The Skin Cancer Objective Structured Clinical Examination (SCOSCE): A multi-institutional collaboration to develop and validate a clinical skills assessment for melanoma
J Am Acad Dermatol
BACKGROUND: Assessing medical students on core skills related to melanoma detection is challenging in the absence of a well-developed instrument. OBJECTIVE: We sought to develop an objective structured clinical examination for the detection and evaluation of melanoma among medical students. METHODS: This was a prospective cohort analysis of student and objective rater agreement on performance of clinical skills and assessment of differences in performance across 3 schools. RESULTS: Kappa coefficients indicated excellent agreement for 3 of 5 core skills including commenting on the presence of the moulage (k = 0.87, 95% confidence interval 0.77-0.96), obtaining a history for the moulage (k = 0.84, 95% confidence interval 0.74-0.94), and making a clinical impression (k = 0.80, 95% confidence interval 0.68-0.92). There were no differences in performance across schools with respect to 3 of 5 core skills: commenting on the presence of the moulage (P = .15), initiating a history (P = .53), and managing the suspicious lesion (P value range .07-.17). Overall, 54.2% and 44.7% of students commented on the presence of the moulage and achieved maximum performance of core skills, respectively, with no difference in performance across schools. LIMITATIONS: Limitations include overall sample size of students and schools. CONCLUSION: The Skin Cancer Objective Structured Clinical Examination represents a potentially important instrument to measure students' performance on the optimal step-by-step evaluation of a melanoma.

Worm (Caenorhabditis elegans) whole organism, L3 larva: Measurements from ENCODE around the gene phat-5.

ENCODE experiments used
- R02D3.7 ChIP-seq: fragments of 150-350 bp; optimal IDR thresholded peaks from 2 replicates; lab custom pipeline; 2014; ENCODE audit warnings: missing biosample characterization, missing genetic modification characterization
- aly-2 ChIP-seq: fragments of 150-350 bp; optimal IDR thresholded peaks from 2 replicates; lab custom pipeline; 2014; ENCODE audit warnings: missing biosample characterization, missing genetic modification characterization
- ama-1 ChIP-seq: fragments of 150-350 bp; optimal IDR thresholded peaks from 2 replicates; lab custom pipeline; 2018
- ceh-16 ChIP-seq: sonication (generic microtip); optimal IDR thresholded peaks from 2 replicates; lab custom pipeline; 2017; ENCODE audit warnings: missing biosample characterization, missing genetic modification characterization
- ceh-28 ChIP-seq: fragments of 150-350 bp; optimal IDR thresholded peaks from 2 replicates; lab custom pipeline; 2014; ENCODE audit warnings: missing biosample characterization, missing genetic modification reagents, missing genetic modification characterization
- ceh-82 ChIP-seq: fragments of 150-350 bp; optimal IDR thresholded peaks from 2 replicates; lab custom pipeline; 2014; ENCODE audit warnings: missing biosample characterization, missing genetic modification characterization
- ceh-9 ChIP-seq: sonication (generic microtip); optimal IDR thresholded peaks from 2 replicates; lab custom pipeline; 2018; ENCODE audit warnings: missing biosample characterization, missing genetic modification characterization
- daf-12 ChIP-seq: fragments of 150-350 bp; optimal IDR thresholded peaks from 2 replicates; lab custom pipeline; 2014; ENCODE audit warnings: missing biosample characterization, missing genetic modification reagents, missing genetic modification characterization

School of Medicine